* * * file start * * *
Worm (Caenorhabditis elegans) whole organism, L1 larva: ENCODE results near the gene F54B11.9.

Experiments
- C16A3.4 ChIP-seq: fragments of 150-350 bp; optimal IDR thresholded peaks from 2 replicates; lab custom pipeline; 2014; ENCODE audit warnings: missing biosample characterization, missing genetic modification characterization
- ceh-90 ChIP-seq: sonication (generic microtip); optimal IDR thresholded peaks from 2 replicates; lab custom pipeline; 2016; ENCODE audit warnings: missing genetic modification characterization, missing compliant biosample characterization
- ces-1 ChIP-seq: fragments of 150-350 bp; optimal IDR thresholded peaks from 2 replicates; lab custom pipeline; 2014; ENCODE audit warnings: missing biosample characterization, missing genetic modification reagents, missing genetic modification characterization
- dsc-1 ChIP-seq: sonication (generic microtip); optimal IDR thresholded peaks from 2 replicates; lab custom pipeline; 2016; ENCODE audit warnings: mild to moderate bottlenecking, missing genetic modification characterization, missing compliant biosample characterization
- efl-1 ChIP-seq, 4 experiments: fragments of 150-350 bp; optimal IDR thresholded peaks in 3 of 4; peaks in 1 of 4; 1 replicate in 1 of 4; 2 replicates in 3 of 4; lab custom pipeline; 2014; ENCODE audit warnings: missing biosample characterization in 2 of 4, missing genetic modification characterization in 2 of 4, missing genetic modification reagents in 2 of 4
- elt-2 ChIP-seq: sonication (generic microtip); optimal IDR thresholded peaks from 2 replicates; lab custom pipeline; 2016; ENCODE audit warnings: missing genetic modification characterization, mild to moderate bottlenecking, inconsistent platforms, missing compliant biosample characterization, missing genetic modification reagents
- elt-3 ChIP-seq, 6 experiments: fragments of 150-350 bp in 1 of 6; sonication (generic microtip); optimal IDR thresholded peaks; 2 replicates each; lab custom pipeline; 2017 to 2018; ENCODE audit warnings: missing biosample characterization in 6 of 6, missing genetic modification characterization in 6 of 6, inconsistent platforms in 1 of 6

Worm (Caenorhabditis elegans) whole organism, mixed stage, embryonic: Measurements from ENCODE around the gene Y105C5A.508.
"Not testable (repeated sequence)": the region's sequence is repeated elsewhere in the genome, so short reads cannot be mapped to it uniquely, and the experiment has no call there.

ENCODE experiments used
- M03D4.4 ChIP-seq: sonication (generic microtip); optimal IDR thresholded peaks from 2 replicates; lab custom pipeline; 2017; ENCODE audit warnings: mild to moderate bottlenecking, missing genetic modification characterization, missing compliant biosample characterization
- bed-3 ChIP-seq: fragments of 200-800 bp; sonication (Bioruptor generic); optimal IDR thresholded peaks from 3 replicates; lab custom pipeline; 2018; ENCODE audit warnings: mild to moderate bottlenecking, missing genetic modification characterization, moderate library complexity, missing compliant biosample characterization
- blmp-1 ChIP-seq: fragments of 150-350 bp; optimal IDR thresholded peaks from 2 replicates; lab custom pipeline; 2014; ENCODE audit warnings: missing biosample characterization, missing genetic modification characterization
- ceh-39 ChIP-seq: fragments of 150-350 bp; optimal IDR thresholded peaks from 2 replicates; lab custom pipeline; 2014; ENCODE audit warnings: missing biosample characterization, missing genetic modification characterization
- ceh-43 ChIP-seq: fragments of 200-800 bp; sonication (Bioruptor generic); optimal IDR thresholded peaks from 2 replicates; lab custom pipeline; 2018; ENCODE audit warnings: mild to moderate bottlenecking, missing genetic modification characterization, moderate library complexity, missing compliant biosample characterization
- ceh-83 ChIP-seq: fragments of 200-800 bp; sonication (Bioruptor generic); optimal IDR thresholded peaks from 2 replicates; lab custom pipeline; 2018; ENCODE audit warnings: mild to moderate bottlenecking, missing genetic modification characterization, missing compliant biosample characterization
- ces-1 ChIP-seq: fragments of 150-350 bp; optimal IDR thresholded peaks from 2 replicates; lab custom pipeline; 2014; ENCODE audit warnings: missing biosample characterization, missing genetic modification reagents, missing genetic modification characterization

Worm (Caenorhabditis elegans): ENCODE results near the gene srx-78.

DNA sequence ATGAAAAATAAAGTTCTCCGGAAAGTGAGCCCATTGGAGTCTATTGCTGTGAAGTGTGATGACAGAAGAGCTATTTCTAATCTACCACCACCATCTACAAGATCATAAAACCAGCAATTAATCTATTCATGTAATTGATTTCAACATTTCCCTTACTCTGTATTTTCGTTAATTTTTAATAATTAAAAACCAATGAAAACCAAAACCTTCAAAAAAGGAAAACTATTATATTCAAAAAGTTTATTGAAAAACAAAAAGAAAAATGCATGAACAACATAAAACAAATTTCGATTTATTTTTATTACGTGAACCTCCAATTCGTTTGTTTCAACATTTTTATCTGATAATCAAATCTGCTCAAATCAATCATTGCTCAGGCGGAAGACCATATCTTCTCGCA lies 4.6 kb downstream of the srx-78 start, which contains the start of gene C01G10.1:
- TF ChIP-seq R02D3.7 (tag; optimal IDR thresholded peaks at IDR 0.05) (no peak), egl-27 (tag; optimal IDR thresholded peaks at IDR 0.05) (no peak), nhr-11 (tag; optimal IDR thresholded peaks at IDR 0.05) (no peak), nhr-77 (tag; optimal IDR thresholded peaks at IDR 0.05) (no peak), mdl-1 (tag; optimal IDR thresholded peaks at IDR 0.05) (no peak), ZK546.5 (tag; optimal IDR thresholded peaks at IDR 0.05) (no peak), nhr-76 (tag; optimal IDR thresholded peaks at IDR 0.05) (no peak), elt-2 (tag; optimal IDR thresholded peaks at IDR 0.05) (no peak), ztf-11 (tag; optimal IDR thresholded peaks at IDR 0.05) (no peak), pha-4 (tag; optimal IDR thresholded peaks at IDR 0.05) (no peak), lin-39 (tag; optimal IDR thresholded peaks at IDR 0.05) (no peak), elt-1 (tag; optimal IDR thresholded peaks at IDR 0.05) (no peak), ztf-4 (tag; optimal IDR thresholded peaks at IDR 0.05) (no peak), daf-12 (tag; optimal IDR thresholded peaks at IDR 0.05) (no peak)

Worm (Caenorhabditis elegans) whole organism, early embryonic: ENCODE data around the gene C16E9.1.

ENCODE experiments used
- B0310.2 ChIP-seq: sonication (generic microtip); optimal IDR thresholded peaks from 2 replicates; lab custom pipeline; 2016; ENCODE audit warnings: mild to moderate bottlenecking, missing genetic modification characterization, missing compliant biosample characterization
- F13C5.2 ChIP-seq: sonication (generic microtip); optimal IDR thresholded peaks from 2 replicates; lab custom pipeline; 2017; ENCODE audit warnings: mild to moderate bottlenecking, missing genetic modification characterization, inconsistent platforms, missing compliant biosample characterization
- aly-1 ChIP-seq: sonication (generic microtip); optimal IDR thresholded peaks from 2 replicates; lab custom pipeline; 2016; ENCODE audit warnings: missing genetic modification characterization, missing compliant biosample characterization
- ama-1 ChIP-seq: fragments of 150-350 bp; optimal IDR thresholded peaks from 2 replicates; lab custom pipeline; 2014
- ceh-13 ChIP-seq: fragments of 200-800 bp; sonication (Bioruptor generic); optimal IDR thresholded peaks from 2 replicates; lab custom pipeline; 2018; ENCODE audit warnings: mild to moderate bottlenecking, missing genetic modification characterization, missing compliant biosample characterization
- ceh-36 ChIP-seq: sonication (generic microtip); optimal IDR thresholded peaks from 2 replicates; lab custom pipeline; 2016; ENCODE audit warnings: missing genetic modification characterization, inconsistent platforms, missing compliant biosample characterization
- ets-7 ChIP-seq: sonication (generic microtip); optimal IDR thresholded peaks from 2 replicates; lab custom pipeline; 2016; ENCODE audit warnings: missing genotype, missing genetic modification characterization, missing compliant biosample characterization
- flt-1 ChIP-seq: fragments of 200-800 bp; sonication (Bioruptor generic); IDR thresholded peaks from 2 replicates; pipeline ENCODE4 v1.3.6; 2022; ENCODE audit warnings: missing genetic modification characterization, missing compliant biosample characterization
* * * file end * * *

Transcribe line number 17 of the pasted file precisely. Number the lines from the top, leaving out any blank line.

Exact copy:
- ceh-43 ChIP-seq: fragments of 200-800 bp; sonication (Bioruptor generic); optimal IDR thresholded peaks from 2 replicates; lab custom pipeline; 2018; ENCODE audit warnings: mild to moderate bottlenecking, missing genetic modification characterization, moderate library complexity, missing compliant biosample characterization